Cloud over North of Ireland investment conference
The child-like outbursts of some Irish unionists in response to this newspaper's interview with Peter Hain, Britain's Secretary of State for the Northern Ireland, have astonished many Irish-Americans.
Hain announced a major international conference designed to encourage U.S. companies to take a fresh look at investing in the North. He pointed out that the North, which receives massive subsidies from Britain, was not economically sustainable. He said its future lay in an all-Ireland economy.
Instead of being regarded as having merely stated the facts, Hain was immediately accused of betraying Northern Ireland. The Ulster Unionists said his comments represented a "stab in the back."
The Rev Ian Paisley, leader of the North's largest party, the DUP, called on Hain to resign. Arlene Foster, one of the party's most prominent politicians, said: "Peter Hain's comments to the Irish Echo are an unacceptable slur."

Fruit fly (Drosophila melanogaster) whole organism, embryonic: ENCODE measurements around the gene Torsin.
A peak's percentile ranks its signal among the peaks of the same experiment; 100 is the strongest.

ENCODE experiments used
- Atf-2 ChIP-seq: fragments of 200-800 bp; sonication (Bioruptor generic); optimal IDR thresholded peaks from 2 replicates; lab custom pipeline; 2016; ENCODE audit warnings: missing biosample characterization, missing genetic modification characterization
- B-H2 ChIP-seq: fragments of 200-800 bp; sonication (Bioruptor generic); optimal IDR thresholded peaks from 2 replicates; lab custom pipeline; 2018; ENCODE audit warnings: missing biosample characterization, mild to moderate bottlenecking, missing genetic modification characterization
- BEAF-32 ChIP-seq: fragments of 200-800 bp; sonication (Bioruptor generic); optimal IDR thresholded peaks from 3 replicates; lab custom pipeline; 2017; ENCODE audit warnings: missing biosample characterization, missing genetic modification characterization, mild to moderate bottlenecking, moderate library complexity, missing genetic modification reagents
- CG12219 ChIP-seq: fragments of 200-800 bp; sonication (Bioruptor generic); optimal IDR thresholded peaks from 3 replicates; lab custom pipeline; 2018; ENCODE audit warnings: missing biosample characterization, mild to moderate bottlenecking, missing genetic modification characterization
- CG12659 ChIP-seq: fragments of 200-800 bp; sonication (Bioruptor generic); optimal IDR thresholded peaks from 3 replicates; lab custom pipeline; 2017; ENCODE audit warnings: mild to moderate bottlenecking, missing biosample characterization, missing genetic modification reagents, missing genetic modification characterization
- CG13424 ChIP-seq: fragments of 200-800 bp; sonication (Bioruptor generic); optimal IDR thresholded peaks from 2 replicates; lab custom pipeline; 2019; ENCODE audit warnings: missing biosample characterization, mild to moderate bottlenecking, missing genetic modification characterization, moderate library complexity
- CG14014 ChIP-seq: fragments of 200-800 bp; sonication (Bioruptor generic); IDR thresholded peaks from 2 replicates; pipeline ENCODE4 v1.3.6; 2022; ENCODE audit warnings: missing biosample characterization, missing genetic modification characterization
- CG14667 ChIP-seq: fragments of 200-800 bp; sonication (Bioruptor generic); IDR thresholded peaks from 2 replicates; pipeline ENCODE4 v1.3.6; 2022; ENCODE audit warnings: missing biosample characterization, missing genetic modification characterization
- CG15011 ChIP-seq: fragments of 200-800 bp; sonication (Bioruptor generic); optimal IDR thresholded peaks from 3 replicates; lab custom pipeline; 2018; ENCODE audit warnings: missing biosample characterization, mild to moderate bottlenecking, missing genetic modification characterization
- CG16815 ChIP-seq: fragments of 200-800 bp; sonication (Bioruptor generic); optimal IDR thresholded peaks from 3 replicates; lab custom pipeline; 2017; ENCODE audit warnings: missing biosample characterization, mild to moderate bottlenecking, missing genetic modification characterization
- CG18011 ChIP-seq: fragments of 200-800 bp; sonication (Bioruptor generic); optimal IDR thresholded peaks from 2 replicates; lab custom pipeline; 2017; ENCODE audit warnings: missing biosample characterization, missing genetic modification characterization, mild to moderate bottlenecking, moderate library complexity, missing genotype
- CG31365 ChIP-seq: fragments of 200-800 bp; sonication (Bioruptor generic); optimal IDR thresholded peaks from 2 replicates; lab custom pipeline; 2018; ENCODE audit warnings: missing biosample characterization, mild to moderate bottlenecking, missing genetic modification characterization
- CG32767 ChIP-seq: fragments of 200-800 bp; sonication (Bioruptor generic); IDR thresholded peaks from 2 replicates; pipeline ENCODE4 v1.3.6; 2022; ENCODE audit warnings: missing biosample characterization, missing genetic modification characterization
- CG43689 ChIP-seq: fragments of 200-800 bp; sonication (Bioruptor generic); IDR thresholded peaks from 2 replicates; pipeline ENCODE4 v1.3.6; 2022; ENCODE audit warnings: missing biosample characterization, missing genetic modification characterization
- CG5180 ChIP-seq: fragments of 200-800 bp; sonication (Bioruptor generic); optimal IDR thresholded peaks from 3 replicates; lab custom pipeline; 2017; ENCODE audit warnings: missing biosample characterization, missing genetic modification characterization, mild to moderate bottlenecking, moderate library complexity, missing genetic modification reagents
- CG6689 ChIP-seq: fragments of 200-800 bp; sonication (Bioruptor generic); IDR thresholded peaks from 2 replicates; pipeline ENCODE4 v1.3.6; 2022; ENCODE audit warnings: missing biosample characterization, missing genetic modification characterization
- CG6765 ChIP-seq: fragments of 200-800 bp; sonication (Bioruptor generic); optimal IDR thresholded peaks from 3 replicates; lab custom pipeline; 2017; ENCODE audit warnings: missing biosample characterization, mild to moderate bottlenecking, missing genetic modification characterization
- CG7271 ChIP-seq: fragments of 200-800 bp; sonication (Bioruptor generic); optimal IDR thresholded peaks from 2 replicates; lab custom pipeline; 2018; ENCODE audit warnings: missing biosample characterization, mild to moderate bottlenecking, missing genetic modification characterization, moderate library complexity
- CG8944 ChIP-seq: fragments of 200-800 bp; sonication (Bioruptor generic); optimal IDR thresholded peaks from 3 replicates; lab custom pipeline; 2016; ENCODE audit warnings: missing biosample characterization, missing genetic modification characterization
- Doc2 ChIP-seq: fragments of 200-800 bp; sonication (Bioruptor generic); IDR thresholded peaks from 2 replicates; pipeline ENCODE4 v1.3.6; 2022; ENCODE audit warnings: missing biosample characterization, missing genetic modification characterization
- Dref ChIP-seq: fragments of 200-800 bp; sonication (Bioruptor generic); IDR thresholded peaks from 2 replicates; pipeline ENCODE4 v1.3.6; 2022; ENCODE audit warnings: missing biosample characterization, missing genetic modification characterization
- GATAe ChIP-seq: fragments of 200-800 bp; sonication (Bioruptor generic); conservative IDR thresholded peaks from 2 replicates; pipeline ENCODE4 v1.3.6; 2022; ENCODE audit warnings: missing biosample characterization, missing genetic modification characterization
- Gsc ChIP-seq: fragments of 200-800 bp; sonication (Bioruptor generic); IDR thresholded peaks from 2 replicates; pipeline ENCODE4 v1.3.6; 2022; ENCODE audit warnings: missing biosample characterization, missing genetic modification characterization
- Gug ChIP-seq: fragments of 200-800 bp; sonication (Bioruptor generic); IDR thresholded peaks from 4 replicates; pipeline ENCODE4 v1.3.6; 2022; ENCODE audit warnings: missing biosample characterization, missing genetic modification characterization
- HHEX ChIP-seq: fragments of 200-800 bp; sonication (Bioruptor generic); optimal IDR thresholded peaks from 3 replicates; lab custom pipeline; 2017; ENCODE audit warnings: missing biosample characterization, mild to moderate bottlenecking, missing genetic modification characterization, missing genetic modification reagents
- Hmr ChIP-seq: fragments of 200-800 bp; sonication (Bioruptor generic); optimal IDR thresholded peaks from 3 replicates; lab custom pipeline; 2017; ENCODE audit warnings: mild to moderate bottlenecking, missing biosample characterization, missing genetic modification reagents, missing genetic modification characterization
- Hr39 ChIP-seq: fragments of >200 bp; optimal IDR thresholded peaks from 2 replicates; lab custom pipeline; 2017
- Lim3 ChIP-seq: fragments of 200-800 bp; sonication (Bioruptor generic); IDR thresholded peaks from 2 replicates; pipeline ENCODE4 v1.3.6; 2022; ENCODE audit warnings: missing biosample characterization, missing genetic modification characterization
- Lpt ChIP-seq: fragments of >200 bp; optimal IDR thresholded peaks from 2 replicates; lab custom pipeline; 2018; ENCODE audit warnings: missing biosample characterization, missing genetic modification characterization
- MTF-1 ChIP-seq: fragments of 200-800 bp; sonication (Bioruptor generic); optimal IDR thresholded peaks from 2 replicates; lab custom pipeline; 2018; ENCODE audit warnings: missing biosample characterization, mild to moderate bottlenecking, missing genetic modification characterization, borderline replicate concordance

Unionist leaders have written to British Prime Minister Tony Blair, quoting this newspaper and expressing outrage.
And now, a cloud of doubt hangs over the participation of unionists in the investment conference.
In this week's edition of the Irish Echo, the DUP's economic spokesman has warned that if the conference is framed in the all-Ireland context outlined by Hain last week, his party may decide not to attend.
This is the last thing the North's economy needs right now. By any objective analysis, the situation is already dire; the public expenditure represents around 70 per cent of GDP, and the tiny private sector is dominated by British government contract work.
The thing that it needs most is what just might emerge from the conference - real jobs in real industry.
Irish unionists should realize fast that sharing resources and infrastructure with the rest of the country need not erode their identity.
And it would surely improve their economic lot.
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